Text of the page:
Yet, with ultimate tenderness, comes the taunting suggestion that we might have been better off in that jittery world poised...

WHAT I CAN’T BEAR LOSING

NOTES FROM A LIFE

National Book Award–winning poet Stern (Last Blue, 2000, etc.) brings the same renowned voice to prose, from a life that began in 1925 in what he recalls as the “Calvinist” Pittsburgh of his immigrant Russian parents.

“They were Sunday Jews,” he recalls, “nonobservant, indifferent to the mind, scoffers at culture. I was the first person to bring a book into the house.” And he read his way to the life of a poet—but hardly overnight. Using the memory he claims “my friends hated me for,” Stern plumbs the nonproductive decades of his youthful wanderings from Pittsburgh to Paris and through Europe to groves of academe for, no doubt, expiation. And while he always seems to remember whether he was reading Dickens or Milton when he was sleeping with a particular (often older) woman, he doesn’t always remember her name. His flowing style forms seemingly random narratives, but there’s also a cycle here: affirmation followed, inexorably, by self-deprecation and then the fears and doubts that lie in wait—for anyone—around the corner. Fortunately, the puckish Stern constantly spies on the impassioned Stern and informs on him. Considering, for example, a passage in Ezekiel, he notes: “It is a radical vision, and a little shocking, as well as being the kind of hyperbole that poets use to upset computer scientists and tree surgeons.” Holders of poetic license, of course, must always find the mystery in it. When there’s a lot of whiskey but no brute force, is it rape? Was the teenage Stern a feckless bystander or an accomplice? Were the nations of Europe in the postwar ’40s feckless bystanders or accomplices to the noble sufferings of sublime cellist Pablo Casals (a Stern hero) under Spain’s Franco?

Yet, with ultimate tenderness, comes the taunting suggestion that we might have been better off in that jittery world poised on the brink of a half-century’s Cold War.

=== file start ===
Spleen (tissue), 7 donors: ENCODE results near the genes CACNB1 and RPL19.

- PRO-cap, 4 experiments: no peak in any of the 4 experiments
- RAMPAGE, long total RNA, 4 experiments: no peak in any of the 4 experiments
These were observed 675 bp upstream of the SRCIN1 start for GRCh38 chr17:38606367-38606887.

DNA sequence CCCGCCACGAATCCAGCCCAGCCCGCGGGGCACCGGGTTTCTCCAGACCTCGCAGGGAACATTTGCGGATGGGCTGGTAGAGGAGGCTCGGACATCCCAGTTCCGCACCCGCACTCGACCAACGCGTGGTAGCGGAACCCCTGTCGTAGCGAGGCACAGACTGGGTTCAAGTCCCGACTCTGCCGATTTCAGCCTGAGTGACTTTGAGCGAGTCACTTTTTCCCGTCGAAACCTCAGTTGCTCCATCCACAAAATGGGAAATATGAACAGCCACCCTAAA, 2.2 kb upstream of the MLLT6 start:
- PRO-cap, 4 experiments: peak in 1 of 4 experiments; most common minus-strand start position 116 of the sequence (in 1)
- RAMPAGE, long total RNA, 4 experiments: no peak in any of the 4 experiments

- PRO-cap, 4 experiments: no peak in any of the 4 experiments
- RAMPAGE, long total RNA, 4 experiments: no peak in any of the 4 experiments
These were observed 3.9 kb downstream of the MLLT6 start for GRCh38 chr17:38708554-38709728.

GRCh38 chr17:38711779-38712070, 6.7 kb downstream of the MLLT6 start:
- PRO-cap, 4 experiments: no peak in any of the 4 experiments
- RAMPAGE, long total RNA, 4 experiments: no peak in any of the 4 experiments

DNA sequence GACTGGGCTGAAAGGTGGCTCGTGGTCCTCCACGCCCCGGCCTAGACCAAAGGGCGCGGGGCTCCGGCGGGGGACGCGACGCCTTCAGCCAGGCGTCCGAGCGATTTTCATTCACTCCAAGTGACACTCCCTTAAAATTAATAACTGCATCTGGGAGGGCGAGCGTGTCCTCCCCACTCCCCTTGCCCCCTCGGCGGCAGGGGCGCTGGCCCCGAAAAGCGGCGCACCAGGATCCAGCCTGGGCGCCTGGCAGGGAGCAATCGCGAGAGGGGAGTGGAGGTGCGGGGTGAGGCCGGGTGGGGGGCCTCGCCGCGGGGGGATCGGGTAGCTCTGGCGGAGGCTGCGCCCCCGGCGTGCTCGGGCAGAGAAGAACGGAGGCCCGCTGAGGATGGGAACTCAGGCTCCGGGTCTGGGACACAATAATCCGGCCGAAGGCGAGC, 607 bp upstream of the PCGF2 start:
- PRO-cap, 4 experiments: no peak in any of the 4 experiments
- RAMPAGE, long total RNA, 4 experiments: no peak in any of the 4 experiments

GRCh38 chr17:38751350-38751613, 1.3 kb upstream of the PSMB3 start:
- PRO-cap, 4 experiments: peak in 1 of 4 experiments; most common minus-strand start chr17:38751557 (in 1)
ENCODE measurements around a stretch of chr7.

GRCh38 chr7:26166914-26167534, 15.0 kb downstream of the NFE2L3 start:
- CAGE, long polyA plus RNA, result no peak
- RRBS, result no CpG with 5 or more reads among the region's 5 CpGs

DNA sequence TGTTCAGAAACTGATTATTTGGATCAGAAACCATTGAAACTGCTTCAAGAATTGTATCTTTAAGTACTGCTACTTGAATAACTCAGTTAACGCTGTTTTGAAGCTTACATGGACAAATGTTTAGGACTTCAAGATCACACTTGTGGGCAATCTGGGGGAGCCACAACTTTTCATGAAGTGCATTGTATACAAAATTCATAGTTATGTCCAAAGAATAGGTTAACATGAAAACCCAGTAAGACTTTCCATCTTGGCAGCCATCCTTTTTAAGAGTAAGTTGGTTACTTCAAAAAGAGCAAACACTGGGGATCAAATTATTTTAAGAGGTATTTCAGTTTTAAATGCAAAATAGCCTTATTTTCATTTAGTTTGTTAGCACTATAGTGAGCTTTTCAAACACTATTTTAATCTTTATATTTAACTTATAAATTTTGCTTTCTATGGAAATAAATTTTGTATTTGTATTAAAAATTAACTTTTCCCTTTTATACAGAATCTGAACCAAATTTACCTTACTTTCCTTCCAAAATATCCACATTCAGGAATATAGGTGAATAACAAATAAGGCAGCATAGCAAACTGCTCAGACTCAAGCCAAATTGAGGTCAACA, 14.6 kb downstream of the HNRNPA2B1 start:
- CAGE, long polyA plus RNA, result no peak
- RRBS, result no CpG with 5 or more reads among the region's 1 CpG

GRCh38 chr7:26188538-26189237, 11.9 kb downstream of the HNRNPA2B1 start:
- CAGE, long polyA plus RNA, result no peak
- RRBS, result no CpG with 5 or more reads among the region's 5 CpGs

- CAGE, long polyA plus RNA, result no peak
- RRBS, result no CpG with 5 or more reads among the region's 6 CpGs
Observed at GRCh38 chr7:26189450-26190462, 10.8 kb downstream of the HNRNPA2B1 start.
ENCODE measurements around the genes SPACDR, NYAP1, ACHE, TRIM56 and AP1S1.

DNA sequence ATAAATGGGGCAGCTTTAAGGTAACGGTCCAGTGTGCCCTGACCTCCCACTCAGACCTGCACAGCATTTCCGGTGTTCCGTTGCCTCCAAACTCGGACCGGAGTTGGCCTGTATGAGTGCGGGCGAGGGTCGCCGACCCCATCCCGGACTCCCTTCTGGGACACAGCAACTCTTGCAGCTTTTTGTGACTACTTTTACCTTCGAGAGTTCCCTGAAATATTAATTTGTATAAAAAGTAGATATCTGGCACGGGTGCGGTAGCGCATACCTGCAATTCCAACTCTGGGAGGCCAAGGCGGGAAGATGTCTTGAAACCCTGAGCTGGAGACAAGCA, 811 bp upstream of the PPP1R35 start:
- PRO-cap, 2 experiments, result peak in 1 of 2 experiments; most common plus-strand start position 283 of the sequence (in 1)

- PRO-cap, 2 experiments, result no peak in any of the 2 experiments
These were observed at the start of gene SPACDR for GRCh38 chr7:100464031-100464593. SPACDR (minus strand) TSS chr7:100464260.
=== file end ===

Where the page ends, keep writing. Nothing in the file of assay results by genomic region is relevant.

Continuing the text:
Pub Date: Nov. 1, 2003

ISBN: 0-393-05818-2

Page Count: 256

Publisher: Norton

Review Posted Online: May 20, 2010

Kirkus Reviews Issue: Sept. 15, 2003

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IN MY PLACE

From the national correspondent for PBS's MacNeil-Lehrer Newshour: a moving memoir of her youth in the Deep South and her role in desegregating the Univ. of Georgia. The eldest daughter of an army chaplain, Hunter-Gault was born in what she calls the ``first of many places that I would call `my place' ''—the small village of Due West, tucked away in a remote little corner of South Carolina. While her father served in Korea, Hunter-Gault and her mother moved first to Covington, Georgia, and then to Atlanta. In ``L.A.'' (lovely Atlanta), surrounded by her loving family and a close-knit black community, the author enjoyed a happy childhood participating in activities at church and at school, where her intellectual and leadership abilities soon were noticed by both faculty and peers. In high school, Hunter-Gault found herself studying the ``comic-strip character Brenda Starr as I might have studied a journalism textbook, had there been one.'' Determined to be a journalist, she applied to several colleges—all outside of Georgia, for ``to discourage the possibility that a black student would even think of applying to one of those white schools, the state provided money for black students'' to study out of state. Accepted at Michigan's Wayne State, the author was encouraged by local civil-rights leaders to apply, along with another classmate, to the Univ. of Georgia as well. Her application became a test of changing racial attitudes, as well as of the growing strength of the civil-rights movement in the South, and Gault became a national figure as she braved an onslaught of hostilities and harassment to become the first black woman to attend the university. A remarkably generous, fair-minded account of overcoming some of the biggest, and most intractable, obstacles ever deployed by southern racists. (Photographs—not seen.)